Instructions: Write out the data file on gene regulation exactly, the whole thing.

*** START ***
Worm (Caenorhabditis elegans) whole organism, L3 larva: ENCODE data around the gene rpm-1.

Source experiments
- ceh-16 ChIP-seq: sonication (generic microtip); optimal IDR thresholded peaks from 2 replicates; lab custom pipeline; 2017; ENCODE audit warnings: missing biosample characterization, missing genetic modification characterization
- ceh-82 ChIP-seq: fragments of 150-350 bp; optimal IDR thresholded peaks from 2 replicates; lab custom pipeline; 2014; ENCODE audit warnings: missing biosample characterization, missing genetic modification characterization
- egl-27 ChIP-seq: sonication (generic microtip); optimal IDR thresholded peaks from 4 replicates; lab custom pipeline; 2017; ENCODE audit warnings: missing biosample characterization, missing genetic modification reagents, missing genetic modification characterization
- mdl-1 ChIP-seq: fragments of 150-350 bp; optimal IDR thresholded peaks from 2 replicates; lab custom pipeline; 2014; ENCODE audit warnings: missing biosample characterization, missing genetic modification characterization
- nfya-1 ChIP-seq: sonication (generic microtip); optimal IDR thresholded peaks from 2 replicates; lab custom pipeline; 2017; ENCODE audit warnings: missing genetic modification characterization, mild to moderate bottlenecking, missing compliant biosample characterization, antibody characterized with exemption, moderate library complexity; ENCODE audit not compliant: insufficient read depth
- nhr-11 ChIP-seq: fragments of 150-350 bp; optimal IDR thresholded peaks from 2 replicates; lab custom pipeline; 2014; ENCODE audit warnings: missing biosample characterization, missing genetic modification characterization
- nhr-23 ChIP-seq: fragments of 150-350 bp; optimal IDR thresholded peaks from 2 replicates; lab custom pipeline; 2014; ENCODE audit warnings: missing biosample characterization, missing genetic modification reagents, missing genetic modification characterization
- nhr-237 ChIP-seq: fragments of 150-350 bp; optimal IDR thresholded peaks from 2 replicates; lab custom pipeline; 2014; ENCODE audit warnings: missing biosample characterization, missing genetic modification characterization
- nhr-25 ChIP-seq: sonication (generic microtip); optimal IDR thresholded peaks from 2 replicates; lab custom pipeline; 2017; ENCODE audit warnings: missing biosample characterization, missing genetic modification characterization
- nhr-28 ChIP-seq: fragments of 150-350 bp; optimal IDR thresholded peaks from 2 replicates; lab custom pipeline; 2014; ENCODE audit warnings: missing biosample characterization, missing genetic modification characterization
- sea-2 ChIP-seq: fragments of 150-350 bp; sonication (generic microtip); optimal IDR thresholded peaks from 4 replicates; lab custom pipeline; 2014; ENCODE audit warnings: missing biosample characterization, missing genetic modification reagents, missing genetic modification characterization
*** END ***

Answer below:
Worm (Caenorhabditis elegans) whole organism, L3 larva: ENCODE data around the gene rpm-1.

Source experiments
- ceh-16 ChIP-seq: sonication (generic microtip); optimal IDR thresholded peaks from 2 replicates; lab custom pipeline; 2017; ENCODE audit warnings: missing biosample characterization, missing genetic modification characterization
- ceh-82 ChIP-seq: fragments of 150-350 bp; optimal IDR thresholded peaks from 2 replicates; lab custom pipeline; 2014; ENCODE audit warnings: missing biosample characterization, missing genetic modification characterization
- egl-27 ChIP-seq: sonication (generic microtip); optimal IDR thresholded peaks from 4 replicates; lab custom pipeline; 2017; ENCODE audit warnings: missing biosample characterization, missing genetic modification reagents, missing genetic modification characterization
- mdl-1 ChIP-seq: fragments of 150-350 bp; optimal IDR thresholded peaks from 2 replicates; lab custom pipeline; 2014; ENCODE audit warnings: missing biosample characterization, missing genetic modification characterization
- nfya-1 ChIP-seq: sonication (generic microtip); optimal IDR thresholded peaks from 2 replicates; lab custom pipeline; 2017; ENCODE audit warnings: missing genetic modification characterization, mild to moderate bottlenecking, missing compliant biosample characterization, antibody characterized with exemption, moderate library complexity; ENCODE audit not compliant: insufficient read depth
- nhr-11 ChIP-seq: fragments of 150-350 bp; optimal IDR thresholded peaks from 2 replicates; lab custom pipeline; 2014; ENCODE audit warnings: missing biosample characterization, missing genetic modification characterization
- nhr-23 ChIP-seq: fragments of 150-350 bp; optimal IDR thresholded peaks from 2 replicates; lab custom pipeline; 2014; ENCODE audit warnings: missing biosample characterization, missing genetic modification reagents, missing genetic modification characterization
- nhr-237 ChIP-seq: fragments of 150-350 bp; optimal IDR thresholded peaks from 2 replicates; lab custom pipeline; 2014; ENCODE audit warnings: missing biosample characterization, missing genetic modification characterization
- nhr-25 ChIP-seq: sonication (generic microtip); optimal IDR thresholded peaks from 2 replicates; lab custom pipeline; 2017; ENCODE audit warnings: missing biosample characterization, missing genetic modification characterization
- nhr-28 ChIP-seq: fragments of 150-350 bp; optimal IDR thresholded peaks from 2 replicates; lab custom pipeline; 2014; ENCODE audit warnings: missing biosample characterization, missing genetic modification characterization
- sea-2 ChIP-seq: fragments of 150-350 bp; sonication (generic microtip); optimal IDR thresholded peaks from 4 replicates; lab custom pipeline; 2014; ENCODE audit warnings: missing biosample characterization, missing genetic modification reagents, missing genetic modification characterization